A woman mourning the losses of her husband and young daughter goes on a cross-country road trip to rediscover her faith.
Kuder’s debut novel tells the story of Ali Berg, who has just suffered the losses of her husband, Isaac, and their teenage daughter, Zoe, in a car accident. Supported by her loving parents and siblings, Ali decides to go on a road trip to meet up with people from her past she is grateful for, hoping that the journey will help her remember what makes her life worth continuing. The novel also cuts from Ali’s present journey to her past with Isaac and Zoe, demonstrating the imperfect but ultimately loving nature of their relationship. Kuder has crafted a meaningful exploration into some of the difficulties of grief and a brave protagonist whom readers can root for as she travels. Unfortunately, though, many of the characters resemble mouthpieces for specific philosophies and perspectives on grieving more than fully developed people. For example, Ali’s friend Gwen embarks on an extended discussion of positive thinking when they first meet, saying, “I believe we each create our own reality….My world, my life, is whatever I believe it to be.” The dialogue, rather than representing realistic conversations, takes on a didactic, moralizing tone. The idea of going on a soul-searching road trip to meet people who were important in the past is an engaging one, yet so many pages are spent on people whom the reader hasn’t met before that incidents tend to blend together. What’s more, a character who serves as a potential love interest for Ali doesn’t actually get to appear or speak in the novel, a missed opportunity to get to know someone who might have helped her move on. While the premise of the novel is full of heart, it has too few three-dimensional characters to truly come to life.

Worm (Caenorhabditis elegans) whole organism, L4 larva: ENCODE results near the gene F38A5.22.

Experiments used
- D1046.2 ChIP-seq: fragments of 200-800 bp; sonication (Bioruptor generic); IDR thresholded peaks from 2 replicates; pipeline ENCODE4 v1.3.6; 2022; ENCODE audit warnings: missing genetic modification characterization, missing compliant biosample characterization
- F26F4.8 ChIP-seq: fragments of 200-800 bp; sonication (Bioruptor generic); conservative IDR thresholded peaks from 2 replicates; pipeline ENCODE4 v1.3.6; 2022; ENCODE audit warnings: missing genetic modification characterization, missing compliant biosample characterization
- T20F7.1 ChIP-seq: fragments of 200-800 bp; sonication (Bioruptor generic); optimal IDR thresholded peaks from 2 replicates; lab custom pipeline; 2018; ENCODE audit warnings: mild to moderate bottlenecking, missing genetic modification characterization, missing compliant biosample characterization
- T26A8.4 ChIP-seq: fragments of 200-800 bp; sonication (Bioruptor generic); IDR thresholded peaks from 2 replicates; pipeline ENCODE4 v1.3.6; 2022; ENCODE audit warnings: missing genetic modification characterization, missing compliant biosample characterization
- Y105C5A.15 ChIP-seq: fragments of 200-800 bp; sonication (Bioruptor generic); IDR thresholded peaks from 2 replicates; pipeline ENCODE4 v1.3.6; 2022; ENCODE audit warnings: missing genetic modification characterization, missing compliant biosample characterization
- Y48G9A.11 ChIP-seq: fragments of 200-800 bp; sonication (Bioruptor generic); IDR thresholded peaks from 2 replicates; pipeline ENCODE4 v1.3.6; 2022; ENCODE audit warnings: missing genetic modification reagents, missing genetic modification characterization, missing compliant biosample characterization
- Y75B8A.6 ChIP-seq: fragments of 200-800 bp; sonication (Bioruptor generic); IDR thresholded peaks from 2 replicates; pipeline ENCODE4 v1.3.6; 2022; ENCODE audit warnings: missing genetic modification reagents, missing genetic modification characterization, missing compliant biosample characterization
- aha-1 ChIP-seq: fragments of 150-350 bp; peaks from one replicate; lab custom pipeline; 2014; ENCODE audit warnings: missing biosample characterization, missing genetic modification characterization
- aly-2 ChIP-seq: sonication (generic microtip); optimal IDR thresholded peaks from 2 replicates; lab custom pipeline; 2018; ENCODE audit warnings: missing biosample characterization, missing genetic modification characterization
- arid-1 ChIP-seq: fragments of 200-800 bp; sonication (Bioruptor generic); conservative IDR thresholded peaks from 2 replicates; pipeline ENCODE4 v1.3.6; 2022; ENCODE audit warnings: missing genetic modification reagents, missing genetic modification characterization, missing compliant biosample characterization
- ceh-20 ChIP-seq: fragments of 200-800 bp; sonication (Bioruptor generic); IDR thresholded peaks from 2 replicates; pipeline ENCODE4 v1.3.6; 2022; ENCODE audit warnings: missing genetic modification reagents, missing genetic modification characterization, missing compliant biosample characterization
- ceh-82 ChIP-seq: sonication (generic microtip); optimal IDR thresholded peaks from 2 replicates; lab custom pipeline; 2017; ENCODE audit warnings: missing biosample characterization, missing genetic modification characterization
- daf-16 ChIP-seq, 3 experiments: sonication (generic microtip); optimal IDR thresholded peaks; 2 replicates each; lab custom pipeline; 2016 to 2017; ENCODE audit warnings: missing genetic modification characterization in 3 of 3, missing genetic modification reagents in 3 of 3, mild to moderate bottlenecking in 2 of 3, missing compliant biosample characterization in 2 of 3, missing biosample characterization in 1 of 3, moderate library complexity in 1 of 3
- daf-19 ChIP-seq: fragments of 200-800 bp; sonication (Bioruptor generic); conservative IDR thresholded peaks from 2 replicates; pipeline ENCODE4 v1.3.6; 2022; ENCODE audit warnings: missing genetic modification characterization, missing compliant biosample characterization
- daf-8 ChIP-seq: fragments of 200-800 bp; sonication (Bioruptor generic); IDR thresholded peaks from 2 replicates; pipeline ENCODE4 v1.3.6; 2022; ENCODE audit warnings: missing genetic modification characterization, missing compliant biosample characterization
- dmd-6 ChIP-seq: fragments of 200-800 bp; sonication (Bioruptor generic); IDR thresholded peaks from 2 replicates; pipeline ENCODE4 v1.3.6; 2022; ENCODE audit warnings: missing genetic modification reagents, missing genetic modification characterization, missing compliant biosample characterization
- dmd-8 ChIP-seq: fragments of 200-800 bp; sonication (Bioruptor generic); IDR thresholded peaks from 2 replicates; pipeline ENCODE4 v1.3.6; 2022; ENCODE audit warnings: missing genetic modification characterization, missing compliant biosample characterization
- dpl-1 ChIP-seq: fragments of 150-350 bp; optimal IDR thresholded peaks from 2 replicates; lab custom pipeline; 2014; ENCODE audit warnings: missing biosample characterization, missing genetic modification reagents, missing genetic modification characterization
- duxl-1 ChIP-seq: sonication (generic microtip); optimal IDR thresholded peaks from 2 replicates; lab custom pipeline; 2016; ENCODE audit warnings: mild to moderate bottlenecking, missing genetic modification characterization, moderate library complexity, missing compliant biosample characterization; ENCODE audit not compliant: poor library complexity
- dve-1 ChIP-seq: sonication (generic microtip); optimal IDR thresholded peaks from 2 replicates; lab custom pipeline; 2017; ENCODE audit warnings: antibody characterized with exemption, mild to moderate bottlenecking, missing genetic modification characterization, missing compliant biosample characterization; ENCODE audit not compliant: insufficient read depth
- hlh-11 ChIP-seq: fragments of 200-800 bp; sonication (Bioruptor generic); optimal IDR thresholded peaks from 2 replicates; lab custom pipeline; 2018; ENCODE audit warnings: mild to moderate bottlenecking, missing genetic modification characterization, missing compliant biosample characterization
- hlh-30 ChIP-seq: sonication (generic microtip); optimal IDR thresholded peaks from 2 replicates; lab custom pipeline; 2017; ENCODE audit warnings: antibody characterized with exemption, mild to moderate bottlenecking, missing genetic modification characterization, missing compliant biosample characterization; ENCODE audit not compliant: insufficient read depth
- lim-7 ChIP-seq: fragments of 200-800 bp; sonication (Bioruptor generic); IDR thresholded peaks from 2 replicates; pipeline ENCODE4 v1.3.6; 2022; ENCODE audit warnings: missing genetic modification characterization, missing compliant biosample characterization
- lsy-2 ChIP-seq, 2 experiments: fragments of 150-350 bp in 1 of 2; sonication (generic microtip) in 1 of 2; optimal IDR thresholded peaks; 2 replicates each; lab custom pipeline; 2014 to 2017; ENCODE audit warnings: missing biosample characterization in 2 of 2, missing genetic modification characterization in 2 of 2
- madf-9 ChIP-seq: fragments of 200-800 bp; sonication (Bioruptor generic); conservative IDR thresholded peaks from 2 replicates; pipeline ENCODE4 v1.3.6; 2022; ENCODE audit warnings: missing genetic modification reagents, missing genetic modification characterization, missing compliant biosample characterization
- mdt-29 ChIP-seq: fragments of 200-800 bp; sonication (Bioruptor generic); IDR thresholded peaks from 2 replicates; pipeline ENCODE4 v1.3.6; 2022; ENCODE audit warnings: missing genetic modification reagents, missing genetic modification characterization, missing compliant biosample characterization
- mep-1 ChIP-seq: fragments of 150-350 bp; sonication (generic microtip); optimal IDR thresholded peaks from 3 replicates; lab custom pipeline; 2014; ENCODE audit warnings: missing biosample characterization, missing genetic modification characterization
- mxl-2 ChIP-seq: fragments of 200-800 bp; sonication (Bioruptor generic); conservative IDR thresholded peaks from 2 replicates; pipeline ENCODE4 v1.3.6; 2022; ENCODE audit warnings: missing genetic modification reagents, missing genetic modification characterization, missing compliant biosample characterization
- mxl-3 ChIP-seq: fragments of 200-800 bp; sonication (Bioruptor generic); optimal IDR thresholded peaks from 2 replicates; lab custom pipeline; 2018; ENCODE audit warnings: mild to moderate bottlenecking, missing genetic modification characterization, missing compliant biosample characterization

A story of catastrophic loss that fails to stand out from the crowded field of books on grief.